I won’t let eczema triumph
Anne Kittony was only four years old when she was diagnosed with mild eczema, a skin inflammation characterised by itching and crusting.
The itchy rash in eczema is particularly noticeable on the scalp, neck, elbows and behind the knees.
There is redness, scaling, darkening of the skin and itching, and is often confused for burn trauma.
In Anne’s case, the disease first manifested on her joints but as she grew older, it became severe, spreading to other body parts including her face and hands.
Eczema has no cure but can only be managed, thus Anne, now 24, has been on medication since then.
“The medicine makes feel me tired and I always have to dress appropriately since extreme weather conditions really affect me. I also have to be careful around sharp edges because my skin thins and I can easily get cuts,” said the university student.
There are different types of eczema and their common triggers are allergies. It’s more common in children and teenagers.
Its causes are unknown but presumed to be a combination of genetic and environmental factors.
“For me it’s the drastic weather changes and food spices that trigger it. My skin cannot stand the hot and cold weather and I rarely eat in restaurants unless I make a special order,” said Anne.
Growing up with the disease exposed her to different kinds of people; from a supporting family and friends to those who kept their distance.
The latter greatly lowered her self esteem to the extent that she always wore trousers and long sleeved tops to hide her status.
To make matters worse, when she joined high school, she also developed alopecia, a condition whereby one loses hair. Anne lost hers on the front of her head.
“High school was the most difficult period for me; some experiences really singled me out. Girls can be mean plus, I was always in the hospital or at the school’s clinic because the weather there really affected me. There were many students with special needs for the school to focus on one and leave out the others. My mum had to make special requests such as being provided with hot water for bathing,” said Ann who was in a girls’ school.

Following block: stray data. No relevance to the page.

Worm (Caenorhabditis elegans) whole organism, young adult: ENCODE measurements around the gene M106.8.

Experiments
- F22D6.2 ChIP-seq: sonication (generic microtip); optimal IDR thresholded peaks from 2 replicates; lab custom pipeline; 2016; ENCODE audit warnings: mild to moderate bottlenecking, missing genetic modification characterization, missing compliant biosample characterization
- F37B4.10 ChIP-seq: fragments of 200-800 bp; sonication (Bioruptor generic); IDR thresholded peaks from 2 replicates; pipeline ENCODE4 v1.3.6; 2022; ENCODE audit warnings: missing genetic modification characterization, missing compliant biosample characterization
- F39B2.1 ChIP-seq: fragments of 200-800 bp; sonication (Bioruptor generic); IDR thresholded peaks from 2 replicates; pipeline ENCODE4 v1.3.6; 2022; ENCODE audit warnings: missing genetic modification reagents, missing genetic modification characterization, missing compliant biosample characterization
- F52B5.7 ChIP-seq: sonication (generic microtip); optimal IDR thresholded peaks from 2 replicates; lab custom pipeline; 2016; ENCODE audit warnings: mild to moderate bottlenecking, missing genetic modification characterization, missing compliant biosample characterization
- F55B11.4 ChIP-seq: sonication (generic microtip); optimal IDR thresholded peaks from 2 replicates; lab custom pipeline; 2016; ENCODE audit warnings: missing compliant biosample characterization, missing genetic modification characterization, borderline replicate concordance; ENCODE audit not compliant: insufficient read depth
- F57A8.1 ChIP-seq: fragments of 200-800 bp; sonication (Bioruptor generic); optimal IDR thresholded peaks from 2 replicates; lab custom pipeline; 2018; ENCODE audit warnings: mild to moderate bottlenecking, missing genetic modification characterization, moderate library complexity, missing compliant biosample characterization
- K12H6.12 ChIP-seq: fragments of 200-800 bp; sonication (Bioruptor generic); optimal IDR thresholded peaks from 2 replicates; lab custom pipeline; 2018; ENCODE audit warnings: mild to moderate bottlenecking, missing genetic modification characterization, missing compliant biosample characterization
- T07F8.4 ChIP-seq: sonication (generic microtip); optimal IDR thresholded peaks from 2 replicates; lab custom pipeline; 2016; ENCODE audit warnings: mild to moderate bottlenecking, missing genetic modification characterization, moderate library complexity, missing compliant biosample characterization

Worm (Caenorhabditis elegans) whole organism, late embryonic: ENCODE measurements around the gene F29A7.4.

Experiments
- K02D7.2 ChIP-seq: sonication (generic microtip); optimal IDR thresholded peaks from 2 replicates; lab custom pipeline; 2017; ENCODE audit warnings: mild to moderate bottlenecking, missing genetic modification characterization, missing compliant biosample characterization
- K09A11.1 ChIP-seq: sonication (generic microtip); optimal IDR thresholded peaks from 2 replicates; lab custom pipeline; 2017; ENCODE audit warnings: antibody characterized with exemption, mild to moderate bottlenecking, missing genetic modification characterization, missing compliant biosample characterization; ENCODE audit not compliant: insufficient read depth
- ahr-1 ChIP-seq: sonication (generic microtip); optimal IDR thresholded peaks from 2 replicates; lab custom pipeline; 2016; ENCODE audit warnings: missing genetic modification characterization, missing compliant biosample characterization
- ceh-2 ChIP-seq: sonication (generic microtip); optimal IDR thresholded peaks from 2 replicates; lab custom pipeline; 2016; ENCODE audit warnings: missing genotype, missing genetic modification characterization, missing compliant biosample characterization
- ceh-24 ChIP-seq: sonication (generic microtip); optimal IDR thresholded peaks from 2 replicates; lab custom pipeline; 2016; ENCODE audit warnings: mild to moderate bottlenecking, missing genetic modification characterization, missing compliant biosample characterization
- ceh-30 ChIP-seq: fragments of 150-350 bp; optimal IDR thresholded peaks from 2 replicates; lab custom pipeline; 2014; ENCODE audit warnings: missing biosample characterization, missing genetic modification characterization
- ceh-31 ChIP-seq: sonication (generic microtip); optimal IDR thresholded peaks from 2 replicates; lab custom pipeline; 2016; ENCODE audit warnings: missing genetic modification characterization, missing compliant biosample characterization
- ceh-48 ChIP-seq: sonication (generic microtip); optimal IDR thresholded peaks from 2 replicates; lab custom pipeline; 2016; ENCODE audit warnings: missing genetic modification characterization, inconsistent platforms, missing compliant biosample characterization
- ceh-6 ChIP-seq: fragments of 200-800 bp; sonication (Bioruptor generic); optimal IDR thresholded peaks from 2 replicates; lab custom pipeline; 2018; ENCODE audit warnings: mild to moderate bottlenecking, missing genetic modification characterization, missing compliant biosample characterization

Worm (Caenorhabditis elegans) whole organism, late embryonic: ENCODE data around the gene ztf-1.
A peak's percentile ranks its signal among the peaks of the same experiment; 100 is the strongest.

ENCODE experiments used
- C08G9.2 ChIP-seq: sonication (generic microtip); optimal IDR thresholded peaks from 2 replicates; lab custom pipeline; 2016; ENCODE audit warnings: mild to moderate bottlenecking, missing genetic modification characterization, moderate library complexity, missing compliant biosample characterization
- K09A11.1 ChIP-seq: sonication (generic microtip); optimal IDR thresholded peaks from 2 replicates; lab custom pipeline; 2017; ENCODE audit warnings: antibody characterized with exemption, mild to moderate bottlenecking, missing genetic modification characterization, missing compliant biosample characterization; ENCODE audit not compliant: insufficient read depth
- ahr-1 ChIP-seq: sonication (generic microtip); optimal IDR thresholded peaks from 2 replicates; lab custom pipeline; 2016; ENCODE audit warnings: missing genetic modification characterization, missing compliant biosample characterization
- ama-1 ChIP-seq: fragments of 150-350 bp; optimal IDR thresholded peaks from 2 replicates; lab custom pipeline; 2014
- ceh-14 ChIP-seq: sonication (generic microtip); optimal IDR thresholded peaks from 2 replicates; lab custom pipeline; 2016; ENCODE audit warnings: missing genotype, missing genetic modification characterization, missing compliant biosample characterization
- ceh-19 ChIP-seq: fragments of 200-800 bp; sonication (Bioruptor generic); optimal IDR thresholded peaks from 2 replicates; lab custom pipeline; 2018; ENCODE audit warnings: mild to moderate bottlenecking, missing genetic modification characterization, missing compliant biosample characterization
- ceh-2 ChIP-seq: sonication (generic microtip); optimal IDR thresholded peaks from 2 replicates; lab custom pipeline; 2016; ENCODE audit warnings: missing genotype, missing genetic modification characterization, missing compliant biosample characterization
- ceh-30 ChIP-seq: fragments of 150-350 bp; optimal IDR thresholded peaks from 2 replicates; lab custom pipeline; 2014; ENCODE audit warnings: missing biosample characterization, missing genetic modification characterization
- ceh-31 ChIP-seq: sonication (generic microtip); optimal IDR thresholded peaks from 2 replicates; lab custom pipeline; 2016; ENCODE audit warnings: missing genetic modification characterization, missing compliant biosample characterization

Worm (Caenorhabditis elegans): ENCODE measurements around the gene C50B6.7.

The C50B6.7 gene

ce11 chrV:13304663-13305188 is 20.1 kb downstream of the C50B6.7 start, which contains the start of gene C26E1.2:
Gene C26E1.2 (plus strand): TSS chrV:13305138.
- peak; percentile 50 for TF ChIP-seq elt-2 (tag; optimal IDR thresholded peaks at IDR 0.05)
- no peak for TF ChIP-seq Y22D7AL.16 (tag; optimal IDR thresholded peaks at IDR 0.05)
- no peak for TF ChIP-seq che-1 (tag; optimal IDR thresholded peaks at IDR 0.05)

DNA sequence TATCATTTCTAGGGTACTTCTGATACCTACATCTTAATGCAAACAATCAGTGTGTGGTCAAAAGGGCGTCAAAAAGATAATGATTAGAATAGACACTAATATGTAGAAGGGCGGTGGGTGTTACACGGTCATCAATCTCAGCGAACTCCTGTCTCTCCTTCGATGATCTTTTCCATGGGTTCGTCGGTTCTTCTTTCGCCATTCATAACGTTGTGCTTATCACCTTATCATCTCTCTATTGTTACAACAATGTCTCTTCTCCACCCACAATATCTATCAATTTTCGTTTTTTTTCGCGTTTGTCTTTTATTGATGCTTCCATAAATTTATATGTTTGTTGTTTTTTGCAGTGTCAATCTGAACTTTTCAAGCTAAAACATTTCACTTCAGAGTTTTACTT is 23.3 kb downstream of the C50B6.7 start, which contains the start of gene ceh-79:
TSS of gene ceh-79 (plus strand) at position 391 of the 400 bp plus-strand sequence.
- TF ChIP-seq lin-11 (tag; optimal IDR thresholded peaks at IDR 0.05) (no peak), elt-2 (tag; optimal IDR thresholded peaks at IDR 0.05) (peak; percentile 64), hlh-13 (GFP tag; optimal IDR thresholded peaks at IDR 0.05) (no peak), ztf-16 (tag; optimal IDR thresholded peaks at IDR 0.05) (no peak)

According to her, most students were unaware of the disease and always asked her questions, some of them negative. With time she learnt how to cope with it.
“I remember in 2007 when I was in third form, the principal wanted us to comb our hair in a certain style and here I was with the disease. I defied her and instead combed it differently to hide my baldness,” she added.
Going to the salon has always been dreadful because her skin would be tender or irritated, and the heat from the dryers would be painful and at times leave her with infections on her scalp.
In managing eczema, patients are advised to bath at least twice a day aside from using mild body products to prevent a skin reaction.
Others include change of diet and testing for allergies that can trigger eczema. Use moisturisers to prevent dryness and also dress appropriately.
In spite of the challenges Anne has decided to turn her life around and live positively by encouraging those around her.
She and her friends run a programme where they visit secondary schools to create awareness about eczema.
“I always tell people that you should meet Anne before you meet the disease. My personality tends to overshadow the disease and my life has been great since I learnt to live with it,” she said.
She advises those with eczema to be outgoing saying being conservative would only draw more attention to oneself.